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UCI ROAD WORLD CHAMPIONSHIPS – 21-29 September 2019
The countdown has begun…
In a few days’ time, the quiet roads of North Yorkshire will undergo a thrilling transformation. In place of pheasants cluttering up the tarmac, and the odd Land-Rover breaking the speed limit, the county’s thoroughfares – from Northallerton to Harrogate – will be lined with onlookers cheering on cyclists in this year’s UCI Road World Championships.
Up hill and down dale
Yorkshire has quite the reputation when it comes to cycling. In 2014 it hosted the ‘Grand Depart’ (or ‘Starting Point’ for those whose French is poor) of the Tour de France, while this year’s televised Tour de Yorkshire snaffled 28 million viewers around the world as teams of bikers battled their way across all four corners of the county.
The UCI championships is the ultimate event in the road cycling calendar, however, which is why we’re so excited it’s taking place in God’s Own County. Featuring 12 races over the course of eight days – and spanning a large expanse of North Yorkshire – it will follow more than a thousand competitors – male, female, junior and elite – all bent on bagging the winner’s famous Rainbow Jersey.
Or will they…?
The curse of the Rainbow Jersey
Since its inception in 1927, UCI champions earn the right to wear the Rainbow Jersey for a year, while competing in the event in which he or she is champion. However, many believe that those who nail the colourful top (it’s actually a white shirt banded with the colours of the Olympic rings rather than a fluffy pullover in violet, indigo, etc) then fall prey to a malignant curse.
But is there really a juju out to get these sporting heroes? Or is it a myth perpetuated by writers and commentators with an eye for a story? Certainly, much has been scribbled on the subject, including an article in the British Medical Journal. It is also true that, in the year after their win, UCI champions come under close surveillance for any signs of ill-fortune.
While the jury is still out on whether the jersey is jinxed or not, many competitors agree that the burden of expectation that comes from wearing it is a weighty one. Those whose careers have faltered include Alessandro Ballan, who caught a virus at the start of his 2009 rainbow-wearing season, which put him out of action for three months; Philippe Gilbert, whose victorious 2011-2012 season in which he scored four victories including the rainbow one, was followed by a year in which he only had one win; and Alejandro Valverde, last year’s UCI winner who, despite saying that the curse was ‘nonsense’ has had a rather less successful season than he did in 2018. He did win Stage 7 of the Vuelta a Espana but was recently beaten by Primoz Rogelic in the race’s final stage.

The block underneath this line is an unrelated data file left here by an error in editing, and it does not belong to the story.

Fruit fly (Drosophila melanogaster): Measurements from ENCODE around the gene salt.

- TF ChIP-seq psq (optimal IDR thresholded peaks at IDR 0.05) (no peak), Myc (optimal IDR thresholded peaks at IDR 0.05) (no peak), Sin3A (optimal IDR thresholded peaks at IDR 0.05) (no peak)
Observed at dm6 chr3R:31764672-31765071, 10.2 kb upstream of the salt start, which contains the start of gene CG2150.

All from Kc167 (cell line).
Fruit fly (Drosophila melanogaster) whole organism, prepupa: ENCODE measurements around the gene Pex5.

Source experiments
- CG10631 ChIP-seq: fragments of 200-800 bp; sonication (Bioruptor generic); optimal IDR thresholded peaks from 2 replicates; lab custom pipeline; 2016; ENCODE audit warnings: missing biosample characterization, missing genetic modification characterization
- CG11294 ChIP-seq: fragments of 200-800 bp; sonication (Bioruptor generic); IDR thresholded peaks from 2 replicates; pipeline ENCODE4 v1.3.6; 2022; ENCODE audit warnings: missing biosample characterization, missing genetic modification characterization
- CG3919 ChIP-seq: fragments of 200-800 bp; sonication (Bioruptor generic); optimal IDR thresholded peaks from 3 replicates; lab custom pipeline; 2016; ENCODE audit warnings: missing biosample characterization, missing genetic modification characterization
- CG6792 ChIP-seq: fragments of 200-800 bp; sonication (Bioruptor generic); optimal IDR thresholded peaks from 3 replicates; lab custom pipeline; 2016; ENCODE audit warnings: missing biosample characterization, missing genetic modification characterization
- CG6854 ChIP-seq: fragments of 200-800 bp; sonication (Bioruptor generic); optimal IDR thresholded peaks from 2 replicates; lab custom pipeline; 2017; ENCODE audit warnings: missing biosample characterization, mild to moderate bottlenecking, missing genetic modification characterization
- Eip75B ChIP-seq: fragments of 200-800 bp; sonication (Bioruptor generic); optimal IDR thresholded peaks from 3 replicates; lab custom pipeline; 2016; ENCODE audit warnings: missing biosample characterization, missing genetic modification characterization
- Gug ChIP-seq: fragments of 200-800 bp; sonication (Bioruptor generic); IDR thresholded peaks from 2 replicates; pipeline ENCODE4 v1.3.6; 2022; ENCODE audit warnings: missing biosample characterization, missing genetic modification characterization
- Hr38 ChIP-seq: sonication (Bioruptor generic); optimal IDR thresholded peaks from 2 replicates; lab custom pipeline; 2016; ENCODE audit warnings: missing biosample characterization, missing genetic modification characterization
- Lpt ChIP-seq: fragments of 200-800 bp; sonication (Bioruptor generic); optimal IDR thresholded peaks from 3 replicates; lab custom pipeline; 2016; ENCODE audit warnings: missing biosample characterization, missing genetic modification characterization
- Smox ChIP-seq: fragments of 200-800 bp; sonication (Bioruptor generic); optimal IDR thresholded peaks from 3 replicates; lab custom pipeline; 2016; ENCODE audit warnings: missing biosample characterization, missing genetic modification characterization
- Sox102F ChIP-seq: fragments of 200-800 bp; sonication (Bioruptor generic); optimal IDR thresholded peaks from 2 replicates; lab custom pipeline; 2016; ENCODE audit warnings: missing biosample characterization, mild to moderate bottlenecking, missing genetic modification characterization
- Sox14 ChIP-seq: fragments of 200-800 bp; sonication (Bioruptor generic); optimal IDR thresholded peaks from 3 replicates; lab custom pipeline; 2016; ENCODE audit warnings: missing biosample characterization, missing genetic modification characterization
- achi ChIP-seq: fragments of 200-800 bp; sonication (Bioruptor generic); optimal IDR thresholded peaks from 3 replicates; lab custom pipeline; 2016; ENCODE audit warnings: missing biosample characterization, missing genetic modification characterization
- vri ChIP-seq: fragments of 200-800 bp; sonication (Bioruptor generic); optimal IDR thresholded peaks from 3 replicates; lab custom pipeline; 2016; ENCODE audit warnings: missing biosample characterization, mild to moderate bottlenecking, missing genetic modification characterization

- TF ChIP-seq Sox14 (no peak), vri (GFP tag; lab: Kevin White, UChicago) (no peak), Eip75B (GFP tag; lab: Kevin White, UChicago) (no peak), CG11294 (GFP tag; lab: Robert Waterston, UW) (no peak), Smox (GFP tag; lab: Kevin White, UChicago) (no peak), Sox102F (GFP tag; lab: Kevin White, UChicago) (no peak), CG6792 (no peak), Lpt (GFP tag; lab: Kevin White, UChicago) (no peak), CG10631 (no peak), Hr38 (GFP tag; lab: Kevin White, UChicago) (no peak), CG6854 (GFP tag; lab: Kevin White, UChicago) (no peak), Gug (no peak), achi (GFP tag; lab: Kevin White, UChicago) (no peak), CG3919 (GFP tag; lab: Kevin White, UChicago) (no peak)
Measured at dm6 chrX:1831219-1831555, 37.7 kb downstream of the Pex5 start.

For more information about the UCI World Championships, visit worldsyorkshire.com
Get into gear
If all this cycle chat is making you want to break out your bib shorts, why not plan a tour of your own? We have lots of beautiful properties located on, or near, championship bike routes, as well as contacts with local cycle companies, should you want to hire a bike. All you have to do is decide how much time you want to spend in the saddle…
Best for cyclists in search of culture: Hill Top Farm; Cherry Cottage,
These two properties, both in the village of Grantley, are on the cycle route to Fountains Abbey and Studley Royal Water Garden, a World Heritage site featuring vast Cistercian ruins, an 18th century water garden and a medieval deer park. Other cultural highlights nearby include Ripon Cathedral, which is home to a 7th century crypt, and the 18th century Turkish Baths in Harrogate, where a soothing steam will sort out aching quads.
Best for serious cyclists: The Hall
Located in Pateley Bridge, in the market town of Nidderdale, The Hall is the perfect base for hardcore bikers. Come with your friends as it sleeps 16, but make sure they’re super-fit: the Pateley Bridge to Masham ride, which includes two tortuously tough climbs, is not for the faint-hearted.
Best for cyclists who like their nosh: 1 Dairy Cottages; The Mews
Cyclists who stay in either of these two sweet cottages in Masham will be perfectly set up for a combination of biking and eating. Ideal for families, the seven-mile circular route starts in Masham, where you can load up on carbs at Johnny Baghdad’s Café on the Square before heading out towards Grewelthorpe for proper coffee at the Hackfall Cafe. Return via Swinton and sample the seasonal menu at the swanky Swinton Hill hotel.
Best for cyclists in large groups: Highside Farm; Howe Villa
Located in Richmond, on the edge of the Dales National Park, both of these large properties are close to the Dales Bike Centre, the starting point for some of the most amazing road riding experiences in the UK, including the interestingly named Buttertubs Pass and Park Rash.
Best for cyclists who want to Instagram the views: Manor Grange Cottage; Fortmanyne Stables,
Yorkshire is home to the most Instagrammed countryside in the UK, according to a recent poll. Stay at our properties in Newton-le-Willows on the edge of the Dales and start snapping. Top vistas within biking distance include Hornby Castle, Leyburn Shawl, a limestone escarpment with panoramic views over Wensleydale, and Janet’s Fosse waterfall.